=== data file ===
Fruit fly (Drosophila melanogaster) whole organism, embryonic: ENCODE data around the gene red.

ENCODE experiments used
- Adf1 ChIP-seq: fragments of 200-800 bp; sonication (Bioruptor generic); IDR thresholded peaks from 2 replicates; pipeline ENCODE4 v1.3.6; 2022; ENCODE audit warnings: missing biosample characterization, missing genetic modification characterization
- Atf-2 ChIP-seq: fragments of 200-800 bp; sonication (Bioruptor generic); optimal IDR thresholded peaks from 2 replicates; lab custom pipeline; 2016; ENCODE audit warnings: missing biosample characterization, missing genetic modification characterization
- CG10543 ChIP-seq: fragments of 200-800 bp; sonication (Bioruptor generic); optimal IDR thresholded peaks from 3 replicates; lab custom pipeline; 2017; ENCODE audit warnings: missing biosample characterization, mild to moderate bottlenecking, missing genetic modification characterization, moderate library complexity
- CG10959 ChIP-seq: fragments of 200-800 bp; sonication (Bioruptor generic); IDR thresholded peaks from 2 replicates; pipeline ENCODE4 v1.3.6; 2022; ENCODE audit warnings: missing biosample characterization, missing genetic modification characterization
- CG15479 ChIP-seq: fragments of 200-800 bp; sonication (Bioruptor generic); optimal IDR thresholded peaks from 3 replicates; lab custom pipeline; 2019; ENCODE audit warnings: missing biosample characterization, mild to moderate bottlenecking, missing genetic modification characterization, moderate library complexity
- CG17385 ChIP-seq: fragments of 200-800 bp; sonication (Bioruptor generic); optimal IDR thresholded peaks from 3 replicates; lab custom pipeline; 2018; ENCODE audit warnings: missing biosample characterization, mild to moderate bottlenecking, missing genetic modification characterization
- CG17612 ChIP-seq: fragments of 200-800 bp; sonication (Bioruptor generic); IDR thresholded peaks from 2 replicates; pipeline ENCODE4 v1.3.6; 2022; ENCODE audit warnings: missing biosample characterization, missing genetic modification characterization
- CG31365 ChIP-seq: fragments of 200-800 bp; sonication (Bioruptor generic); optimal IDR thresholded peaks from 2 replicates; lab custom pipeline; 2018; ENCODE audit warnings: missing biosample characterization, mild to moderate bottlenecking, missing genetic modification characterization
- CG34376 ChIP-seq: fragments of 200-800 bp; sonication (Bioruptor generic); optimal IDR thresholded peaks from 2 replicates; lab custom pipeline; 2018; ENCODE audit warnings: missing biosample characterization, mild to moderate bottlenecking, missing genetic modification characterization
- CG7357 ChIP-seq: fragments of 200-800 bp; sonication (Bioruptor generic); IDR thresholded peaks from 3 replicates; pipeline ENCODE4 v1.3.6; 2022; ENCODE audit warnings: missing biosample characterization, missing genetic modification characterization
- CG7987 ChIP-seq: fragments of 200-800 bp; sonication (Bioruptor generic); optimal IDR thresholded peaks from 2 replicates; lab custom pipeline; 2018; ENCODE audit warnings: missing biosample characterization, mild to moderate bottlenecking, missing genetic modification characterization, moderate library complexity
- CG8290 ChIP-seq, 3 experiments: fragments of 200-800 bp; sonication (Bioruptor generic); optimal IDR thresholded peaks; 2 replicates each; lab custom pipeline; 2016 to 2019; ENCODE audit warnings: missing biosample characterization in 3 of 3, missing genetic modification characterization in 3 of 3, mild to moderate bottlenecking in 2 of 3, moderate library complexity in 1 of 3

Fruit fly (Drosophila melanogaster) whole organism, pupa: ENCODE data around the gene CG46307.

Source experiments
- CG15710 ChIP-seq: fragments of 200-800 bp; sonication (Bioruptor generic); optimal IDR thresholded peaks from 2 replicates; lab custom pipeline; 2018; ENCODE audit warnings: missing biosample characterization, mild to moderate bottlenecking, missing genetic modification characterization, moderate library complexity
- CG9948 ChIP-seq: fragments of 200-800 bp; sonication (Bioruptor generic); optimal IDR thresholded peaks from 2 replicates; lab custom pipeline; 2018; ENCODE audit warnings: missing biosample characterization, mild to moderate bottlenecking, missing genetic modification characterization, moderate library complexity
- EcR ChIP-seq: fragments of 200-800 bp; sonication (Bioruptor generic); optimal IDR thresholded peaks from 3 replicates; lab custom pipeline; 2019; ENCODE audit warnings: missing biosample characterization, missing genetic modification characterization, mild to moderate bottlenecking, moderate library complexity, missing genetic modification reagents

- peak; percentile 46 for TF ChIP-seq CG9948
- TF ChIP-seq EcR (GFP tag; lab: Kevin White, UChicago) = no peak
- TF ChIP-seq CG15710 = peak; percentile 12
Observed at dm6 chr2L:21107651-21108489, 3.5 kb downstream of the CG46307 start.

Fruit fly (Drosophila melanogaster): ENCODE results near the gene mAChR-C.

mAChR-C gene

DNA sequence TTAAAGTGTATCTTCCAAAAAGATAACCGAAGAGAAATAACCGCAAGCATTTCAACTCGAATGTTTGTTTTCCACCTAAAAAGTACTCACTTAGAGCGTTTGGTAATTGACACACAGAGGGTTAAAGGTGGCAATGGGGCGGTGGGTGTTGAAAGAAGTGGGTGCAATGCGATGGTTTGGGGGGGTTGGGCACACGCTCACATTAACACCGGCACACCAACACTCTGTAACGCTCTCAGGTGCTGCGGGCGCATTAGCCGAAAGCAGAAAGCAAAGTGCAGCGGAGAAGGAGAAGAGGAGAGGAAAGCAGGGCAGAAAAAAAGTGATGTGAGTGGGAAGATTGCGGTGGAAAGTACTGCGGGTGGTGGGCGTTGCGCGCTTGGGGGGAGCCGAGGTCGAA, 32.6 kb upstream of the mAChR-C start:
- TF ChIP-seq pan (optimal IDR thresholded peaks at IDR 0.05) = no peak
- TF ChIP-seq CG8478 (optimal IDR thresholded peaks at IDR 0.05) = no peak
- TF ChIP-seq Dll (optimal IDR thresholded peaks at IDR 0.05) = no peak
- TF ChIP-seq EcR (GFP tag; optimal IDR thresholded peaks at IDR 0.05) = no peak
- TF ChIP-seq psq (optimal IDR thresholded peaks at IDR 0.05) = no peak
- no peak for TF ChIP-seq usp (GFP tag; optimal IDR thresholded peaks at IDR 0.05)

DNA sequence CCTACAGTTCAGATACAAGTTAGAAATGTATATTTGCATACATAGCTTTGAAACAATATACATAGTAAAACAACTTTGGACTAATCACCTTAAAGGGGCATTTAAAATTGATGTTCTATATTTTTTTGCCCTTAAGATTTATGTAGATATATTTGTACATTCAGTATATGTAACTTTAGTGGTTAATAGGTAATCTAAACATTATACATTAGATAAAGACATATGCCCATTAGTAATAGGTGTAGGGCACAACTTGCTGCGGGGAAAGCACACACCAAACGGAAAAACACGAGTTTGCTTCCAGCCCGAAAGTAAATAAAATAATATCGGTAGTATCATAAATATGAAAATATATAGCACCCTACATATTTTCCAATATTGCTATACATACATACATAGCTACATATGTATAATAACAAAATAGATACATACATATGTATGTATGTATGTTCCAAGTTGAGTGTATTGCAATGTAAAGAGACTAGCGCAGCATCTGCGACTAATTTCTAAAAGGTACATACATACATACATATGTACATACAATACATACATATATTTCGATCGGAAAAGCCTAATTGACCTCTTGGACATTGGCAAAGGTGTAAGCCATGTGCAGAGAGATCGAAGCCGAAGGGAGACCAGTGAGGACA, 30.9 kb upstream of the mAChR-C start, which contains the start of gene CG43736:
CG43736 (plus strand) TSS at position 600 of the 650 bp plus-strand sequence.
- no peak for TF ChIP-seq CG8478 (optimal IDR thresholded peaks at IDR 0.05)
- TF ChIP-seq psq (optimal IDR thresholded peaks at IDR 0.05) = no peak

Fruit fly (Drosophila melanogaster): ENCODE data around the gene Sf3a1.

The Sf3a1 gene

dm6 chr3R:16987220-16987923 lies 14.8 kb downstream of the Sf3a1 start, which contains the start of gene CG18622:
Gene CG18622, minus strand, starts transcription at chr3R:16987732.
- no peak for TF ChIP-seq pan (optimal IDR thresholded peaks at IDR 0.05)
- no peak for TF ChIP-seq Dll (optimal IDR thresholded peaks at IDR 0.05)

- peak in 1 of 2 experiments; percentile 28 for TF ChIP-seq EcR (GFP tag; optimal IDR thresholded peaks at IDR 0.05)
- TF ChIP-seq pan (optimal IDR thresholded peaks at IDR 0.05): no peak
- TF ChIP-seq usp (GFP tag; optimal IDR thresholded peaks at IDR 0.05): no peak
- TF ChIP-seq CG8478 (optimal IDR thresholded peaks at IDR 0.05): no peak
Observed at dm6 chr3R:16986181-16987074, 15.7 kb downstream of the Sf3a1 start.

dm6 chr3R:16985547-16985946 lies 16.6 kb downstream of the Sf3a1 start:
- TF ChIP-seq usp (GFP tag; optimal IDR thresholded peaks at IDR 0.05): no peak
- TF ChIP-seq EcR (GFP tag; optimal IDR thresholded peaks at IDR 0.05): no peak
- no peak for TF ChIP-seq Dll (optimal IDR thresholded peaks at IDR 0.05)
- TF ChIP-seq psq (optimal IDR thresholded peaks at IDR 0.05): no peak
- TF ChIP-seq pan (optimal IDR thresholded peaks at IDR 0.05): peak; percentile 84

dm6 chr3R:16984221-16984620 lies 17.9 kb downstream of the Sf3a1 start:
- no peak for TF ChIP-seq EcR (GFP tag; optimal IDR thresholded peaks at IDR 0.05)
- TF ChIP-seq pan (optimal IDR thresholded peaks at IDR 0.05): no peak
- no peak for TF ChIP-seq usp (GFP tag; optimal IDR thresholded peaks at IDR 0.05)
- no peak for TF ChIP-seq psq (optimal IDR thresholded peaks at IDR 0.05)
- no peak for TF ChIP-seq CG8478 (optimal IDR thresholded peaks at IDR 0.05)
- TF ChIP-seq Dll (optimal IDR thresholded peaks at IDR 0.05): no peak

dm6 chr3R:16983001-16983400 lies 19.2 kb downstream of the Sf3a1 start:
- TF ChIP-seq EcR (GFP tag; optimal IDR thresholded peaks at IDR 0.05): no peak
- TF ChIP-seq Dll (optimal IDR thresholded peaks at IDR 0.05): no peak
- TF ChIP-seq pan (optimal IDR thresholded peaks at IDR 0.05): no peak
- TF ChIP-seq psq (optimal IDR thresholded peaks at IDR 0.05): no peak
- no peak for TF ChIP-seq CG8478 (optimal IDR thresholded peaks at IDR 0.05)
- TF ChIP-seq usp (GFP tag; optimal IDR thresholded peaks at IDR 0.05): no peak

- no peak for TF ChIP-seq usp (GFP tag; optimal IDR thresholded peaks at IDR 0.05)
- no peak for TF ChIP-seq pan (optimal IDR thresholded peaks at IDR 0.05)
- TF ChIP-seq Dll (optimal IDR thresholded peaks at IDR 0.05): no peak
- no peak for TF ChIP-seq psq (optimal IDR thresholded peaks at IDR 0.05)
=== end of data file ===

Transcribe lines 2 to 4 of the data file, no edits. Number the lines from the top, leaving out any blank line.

ENCODE experiments used
- Adf1 ChIP-seq: fragments of 200-800 bp; sonication (Bioruptor generic); IDR thresholded peaks from 2 replicates; pipeline ENCODE4 v1.3.6; 2022; ENCODE audit warnings: missing biosample characterization, missing genetic modification characterization
- Atf-2 ChIP-seq: fragments of 200-800 bp; sonication (Bioruptor generic); optimal IDR thresholded peaks from 2 replicates; lab custom pipeline; 2016; ENCODE audit warnings: missing biosample characterization, missing genetic modification characterization